Metabolic Network Analysis of an Anaerobic Microbial Community: Potential for Syntrophic Methane and Hydrogen Production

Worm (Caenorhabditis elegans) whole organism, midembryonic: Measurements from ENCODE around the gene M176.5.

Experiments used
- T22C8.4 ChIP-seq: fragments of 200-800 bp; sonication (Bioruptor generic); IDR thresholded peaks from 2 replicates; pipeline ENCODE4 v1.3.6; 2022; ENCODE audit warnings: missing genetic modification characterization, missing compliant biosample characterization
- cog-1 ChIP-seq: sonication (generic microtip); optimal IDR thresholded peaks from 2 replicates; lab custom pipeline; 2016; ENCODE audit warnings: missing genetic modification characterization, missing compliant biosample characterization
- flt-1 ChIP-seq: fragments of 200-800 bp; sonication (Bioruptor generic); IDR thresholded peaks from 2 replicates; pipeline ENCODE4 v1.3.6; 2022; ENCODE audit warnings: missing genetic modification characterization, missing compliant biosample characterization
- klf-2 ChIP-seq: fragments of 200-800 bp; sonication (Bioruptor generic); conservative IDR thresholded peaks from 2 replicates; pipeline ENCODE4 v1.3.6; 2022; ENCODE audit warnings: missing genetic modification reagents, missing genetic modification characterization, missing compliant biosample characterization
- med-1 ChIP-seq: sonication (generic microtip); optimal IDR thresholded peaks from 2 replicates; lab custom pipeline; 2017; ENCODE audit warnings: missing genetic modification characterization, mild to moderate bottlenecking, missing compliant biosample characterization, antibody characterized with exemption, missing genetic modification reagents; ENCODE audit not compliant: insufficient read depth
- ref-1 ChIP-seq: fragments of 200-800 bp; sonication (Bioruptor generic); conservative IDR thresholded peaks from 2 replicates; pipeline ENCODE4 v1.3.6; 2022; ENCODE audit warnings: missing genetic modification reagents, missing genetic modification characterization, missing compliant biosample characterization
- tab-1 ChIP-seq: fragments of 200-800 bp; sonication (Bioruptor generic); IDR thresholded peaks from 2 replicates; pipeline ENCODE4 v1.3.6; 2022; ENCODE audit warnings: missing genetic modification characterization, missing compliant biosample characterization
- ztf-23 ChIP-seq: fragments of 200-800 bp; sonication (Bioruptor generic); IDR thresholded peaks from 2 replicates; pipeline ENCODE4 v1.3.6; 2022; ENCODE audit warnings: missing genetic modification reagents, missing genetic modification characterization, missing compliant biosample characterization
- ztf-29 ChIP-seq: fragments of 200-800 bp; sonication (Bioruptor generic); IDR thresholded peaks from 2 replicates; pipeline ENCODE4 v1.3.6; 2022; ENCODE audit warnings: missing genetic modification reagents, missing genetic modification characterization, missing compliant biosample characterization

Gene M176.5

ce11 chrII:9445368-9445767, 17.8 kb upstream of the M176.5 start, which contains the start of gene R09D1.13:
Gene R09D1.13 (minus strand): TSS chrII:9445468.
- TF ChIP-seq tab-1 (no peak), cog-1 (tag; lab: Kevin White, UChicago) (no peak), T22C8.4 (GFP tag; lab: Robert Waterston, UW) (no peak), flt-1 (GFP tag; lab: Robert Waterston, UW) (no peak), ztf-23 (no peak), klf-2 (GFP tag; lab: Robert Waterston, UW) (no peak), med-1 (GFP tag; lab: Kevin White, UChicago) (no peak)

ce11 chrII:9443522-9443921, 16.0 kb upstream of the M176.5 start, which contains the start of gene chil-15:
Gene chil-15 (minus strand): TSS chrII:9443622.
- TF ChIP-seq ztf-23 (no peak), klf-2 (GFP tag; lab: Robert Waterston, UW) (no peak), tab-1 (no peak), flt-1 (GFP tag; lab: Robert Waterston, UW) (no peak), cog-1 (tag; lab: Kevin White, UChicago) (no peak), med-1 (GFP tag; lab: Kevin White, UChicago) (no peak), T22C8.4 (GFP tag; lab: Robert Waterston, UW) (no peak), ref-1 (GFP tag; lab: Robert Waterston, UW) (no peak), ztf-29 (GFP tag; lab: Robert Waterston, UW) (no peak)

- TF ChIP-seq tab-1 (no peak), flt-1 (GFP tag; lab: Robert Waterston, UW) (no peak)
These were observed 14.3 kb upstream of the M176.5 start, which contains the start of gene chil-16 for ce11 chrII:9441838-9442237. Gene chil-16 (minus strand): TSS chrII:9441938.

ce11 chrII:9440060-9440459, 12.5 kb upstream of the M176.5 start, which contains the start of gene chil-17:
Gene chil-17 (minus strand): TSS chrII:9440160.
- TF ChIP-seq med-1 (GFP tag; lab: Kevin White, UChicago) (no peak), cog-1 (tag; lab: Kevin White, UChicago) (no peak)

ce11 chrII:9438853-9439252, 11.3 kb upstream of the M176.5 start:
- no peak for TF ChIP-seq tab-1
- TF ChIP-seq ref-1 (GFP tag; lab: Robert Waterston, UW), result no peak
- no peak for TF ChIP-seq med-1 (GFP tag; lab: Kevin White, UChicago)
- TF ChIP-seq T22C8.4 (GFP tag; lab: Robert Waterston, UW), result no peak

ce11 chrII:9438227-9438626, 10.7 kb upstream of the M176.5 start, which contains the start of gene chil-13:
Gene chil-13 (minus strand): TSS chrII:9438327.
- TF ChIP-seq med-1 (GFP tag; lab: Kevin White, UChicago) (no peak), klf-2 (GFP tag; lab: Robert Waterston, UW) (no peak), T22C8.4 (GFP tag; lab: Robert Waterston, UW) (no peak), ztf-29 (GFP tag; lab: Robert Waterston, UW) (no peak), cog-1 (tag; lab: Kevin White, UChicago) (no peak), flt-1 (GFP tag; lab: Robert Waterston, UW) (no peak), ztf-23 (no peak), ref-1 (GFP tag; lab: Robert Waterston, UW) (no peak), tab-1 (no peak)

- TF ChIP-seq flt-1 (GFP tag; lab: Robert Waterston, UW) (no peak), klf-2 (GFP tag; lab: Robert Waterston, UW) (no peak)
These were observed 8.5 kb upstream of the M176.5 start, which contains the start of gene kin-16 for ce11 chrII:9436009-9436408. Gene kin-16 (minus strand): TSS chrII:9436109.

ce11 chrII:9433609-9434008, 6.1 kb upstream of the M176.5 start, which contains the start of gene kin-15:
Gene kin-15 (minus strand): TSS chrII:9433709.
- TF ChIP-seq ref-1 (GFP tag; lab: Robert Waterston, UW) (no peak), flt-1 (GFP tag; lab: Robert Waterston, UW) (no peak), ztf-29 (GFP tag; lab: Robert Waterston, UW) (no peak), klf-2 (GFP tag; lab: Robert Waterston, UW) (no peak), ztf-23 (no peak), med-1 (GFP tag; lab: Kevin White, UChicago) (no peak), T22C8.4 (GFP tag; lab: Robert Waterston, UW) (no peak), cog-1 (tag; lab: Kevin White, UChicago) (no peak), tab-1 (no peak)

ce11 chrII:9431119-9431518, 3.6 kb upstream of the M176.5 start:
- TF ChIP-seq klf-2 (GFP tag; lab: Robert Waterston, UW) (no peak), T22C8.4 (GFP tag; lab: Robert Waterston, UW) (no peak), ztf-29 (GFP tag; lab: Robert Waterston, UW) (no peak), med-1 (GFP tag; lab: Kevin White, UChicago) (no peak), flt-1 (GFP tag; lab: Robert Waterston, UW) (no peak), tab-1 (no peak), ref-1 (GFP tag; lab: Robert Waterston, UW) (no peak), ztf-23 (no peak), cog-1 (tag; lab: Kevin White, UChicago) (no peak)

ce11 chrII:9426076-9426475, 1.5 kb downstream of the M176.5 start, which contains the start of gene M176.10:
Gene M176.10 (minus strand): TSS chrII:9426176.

Microbial community interactions represent a research area of growing interest to many scientific and engineering disciplines, including ecologists, geobiologists and bioprocess engineers. Community-level behavior is a complex result of both system members and their interactions, which can complicate the development of testable hypotheses for ex vivo microbial systems even when individual microbial community components are well understood. In the absence of suitable natural analogs, computer (in silico) models of interactions between distinct microbial metabolic groups can assist the characterization of complex microbial ecosystem behavior. Due to increases in sequencing speed and decreases in sequencing costs, relevant genomic data for many microbial systems are readily available. This genomic information can be translated into collections of biochemical reactions that capture the organism’s metabolic potential, permitting a “systems based” analysis of relationships between environmental parameters, genome/metagenome content and community functioning. By assessing metabolite flux between individual community members and their effects on community-level behavior, in silico methods can be used to generate hypotheses related to environmental conditions and community structures that achieve useful outcomes. These outcomes include understanding and optimizing both natural and industrial processes of pressing societal importance, such as increased biofuel production or more efficient waste remediation. This presentation discusses in silico techniques used to build models representing six fully sequenced anaerobic organisms, and their combined community potential for predicting syntrophic methane and hydrogen production.